By John Sexton
China.org.cn correspondent reporting from Sichuan
The International Federation of Red Cross and Red Crescent Societies (IFRC) is an umbrella organization that provides support to 186 national Red Cross and Red Crescent societies worldwide. On June 7, China.org.cn interviewed Francis Markus, China spokesperson for the IFRC, in Chengdu where he is helping coordinate the IFRC response to the Sichuan earthquake.
Can you describe the IFRC response to the Sichuan Earthquake?
The IFRC initially put out an appeal for US$19 million for the Sichuan earthquake and this has since been revised upwards to US$95 million. We expect another upwards revision.
IFRC China spokesman Francis Markus (left) and Spanish Red Cross team leader Jaime Gara at the Red Cross base camp in Jiulong Town, Mianchu City, Sichuan Province, June 9, 2008.
The IFRC effort is mainly focused on the need for shelter as there is an acute shortage of tents in the disaster area. The Chinese government plans to mobilize 900,000 tents and the IFRC has pledged to deliver an additional 100,000 by the end of June. This means we have to get thousands of tents through Chengdu airport every day if we are to meet our target.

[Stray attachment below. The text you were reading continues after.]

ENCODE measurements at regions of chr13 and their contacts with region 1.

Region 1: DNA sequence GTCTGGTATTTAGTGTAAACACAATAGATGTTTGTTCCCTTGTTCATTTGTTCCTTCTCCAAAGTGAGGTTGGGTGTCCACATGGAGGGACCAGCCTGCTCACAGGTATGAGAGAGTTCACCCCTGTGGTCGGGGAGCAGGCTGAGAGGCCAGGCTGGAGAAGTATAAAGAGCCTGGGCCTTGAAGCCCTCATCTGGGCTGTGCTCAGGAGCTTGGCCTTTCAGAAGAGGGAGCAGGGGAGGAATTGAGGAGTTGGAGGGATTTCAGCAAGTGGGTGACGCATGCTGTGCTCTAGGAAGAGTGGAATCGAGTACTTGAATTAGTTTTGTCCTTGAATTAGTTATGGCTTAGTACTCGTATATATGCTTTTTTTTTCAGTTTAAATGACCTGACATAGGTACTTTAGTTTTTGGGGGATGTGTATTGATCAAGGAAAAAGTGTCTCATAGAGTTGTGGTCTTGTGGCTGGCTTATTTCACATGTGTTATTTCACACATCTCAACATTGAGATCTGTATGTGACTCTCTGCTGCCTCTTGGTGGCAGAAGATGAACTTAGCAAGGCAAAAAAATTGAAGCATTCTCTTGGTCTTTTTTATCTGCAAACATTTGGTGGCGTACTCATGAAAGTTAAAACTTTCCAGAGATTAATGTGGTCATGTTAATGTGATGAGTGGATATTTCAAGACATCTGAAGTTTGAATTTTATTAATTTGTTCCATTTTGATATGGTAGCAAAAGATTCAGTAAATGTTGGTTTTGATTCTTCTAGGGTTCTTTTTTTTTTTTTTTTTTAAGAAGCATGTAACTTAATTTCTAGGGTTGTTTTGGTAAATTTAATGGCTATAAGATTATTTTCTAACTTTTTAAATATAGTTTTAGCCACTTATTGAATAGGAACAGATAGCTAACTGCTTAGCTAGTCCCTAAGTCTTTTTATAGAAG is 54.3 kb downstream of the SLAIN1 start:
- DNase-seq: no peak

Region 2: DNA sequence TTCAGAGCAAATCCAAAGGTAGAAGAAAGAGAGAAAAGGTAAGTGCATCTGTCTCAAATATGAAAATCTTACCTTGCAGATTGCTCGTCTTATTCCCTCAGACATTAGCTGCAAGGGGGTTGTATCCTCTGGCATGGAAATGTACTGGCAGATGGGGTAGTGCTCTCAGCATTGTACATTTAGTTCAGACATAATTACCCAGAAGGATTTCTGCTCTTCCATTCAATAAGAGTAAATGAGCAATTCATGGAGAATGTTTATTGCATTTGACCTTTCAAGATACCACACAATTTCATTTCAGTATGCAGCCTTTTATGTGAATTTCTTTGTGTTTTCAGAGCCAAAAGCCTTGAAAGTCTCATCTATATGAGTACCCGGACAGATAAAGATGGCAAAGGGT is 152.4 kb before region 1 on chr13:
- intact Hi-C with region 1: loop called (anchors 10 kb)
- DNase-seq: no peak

Another important issue is water and sanitation. The IFRC is providing three Emergency Response Units (ERU), two of which will provide clean and safe drinking water for 30,000 people and a mass sanitation module to provide toilets for 20,000 people. The units will be operated by teams from Austria, Britain, France and Spain.
In the longer term the IFRC will help with the process of reconstruction, especially in the more remote and vulnerable communities.
Have you had any problems sourcing relief supplies?
We are sourcing all our tents from outside China. Tens of thousands, the bulk of them, will come from Iran, as the Iranian Red Crescent just happens to have large numbers of tents available. This will simplify the logistics as there will be an easy supply chain from Tehran to here. We are also sourcing tents from Germany, Finland and Japan.
How did you select the sites of the Emergency Response Units?
The Red Cross Society of China (RCSC) initially singled out the places. We then sent our people in to do an assessment and finally the ERU teams themselves did their own assessments, so we had several layers of assessments. We decided on Jiulong, Banqiao and Xinglong, all in Mianzhu.